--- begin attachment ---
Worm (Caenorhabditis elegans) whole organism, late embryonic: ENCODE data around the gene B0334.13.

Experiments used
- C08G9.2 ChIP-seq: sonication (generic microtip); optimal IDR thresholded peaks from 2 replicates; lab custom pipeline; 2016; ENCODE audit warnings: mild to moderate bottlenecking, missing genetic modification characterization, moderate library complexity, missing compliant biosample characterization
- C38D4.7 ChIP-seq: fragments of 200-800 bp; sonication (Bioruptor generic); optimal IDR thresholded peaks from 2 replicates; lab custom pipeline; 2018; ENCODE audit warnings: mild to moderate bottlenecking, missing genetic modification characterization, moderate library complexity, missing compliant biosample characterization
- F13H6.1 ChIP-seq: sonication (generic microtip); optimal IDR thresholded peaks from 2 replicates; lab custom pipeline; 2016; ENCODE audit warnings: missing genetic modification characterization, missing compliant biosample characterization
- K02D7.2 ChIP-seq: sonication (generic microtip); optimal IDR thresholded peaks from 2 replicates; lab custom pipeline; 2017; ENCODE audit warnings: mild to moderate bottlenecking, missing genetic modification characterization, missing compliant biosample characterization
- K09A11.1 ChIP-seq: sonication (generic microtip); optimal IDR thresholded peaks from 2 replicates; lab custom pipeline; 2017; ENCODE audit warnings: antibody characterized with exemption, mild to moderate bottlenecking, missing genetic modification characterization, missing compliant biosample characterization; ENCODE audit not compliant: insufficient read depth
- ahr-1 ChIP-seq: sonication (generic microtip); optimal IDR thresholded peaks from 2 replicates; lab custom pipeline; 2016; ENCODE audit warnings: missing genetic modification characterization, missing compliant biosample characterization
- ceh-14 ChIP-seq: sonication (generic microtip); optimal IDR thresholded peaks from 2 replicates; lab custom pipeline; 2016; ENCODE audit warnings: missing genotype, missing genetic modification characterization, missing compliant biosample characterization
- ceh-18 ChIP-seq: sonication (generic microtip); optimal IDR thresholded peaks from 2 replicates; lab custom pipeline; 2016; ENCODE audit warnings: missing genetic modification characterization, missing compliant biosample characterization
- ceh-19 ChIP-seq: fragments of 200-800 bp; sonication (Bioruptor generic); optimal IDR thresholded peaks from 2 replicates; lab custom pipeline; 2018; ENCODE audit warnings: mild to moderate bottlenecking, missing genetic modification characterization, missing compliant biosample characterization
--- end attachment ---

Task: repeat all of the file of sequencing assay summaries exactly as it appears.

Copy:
Worm (Caenorhabditis elegans) whole organism, late embryonic: ENCODE data around the gene B0334.13.

Experiments used
- C08G9.2 ChIP-seq: sonication (generic microtip); optimal IDR thresholded peaks from 2 replicates; lab custom pipeline; 2016; ENCODE audit warnings: mild to moderate bottlenecking, missing genetic modification characterization, moderate library complexity, missing compliant biosample characterization
- C38D4.7 ChIP-seq: fragments of 200-800 bp; sonication (Bioruptor generic); optimal IDR thresholded peaks from 2 replicates; lab custom pipeline; 2018; ENCODE audit warnings: mild to moderate bottlenecking, missing genetic modification characterization, moderate library complexity, missing compliant biosample characterization
- F13H6.1 ChIP-seq: sonication (generic microtip); optimal IDR thresholded peaks from 2 replicates; lab custom pipeline; 2016; ENCODE audit warnings: missing genetic modification characterization, missing compliant biosample characterization
- K02D7.2 ChIP-seq: sonication (generic microtip); optimal IDR thresholded peaks from 2 replicates; lab custom pipeline; 2017; ENCODE audit warnings: mild to moderate bottlenecking, missing genetic modification characterization, missing compliant biosample characterization
- K09A11.1 ChIP-seq: sonication (generic microtip); optimal IDR thresholded peaks from 2 replicates; lab custom pipeline; 2017; ENCODE audit warnings: antibody characterized with exemption, mild to moderate bottlenecking, missing genetic modification characterization, missing compliant biosample characterization; ENCODE audit not compliant: insufficient read depth
- ahr-1 ChIP-seq: sonication (generic microtip); optimal IDR thresholded peaks from 2 replicates; lab custom pipeline; 2016; ENCODE audit warnings: missing genetic modification characterization, missing compliant biosample characterization
- ceh-14 ChIP-seq: sonication (generic microtip); optimal IDR thresholded peaks from 2 replicates; lab custom pipeline; 2016; ENCODE audit warnings: missing genotype, missing genetic modification characterization, missing compliant biosample characterization
- ceh-18 ChIP-seq: sonication (generic microtip); optimal IDR thresholded peaks from 2 replicates; lab custom pipeline; 2016; ENCODE audit warnings: missing genetic modification characterization, missing compliant biosample characterization
- ceh-19 ChIP-seq: fragments of 200-800 bp; sonication (Bioruptor generic); optimal IDR thresholded peaks from 2 replicates; lab custom pipeline; 2018; ENCODE audit warnings: mild to moderate bottlenecking, missing genetic modification characterization, missing compliant biosample characterization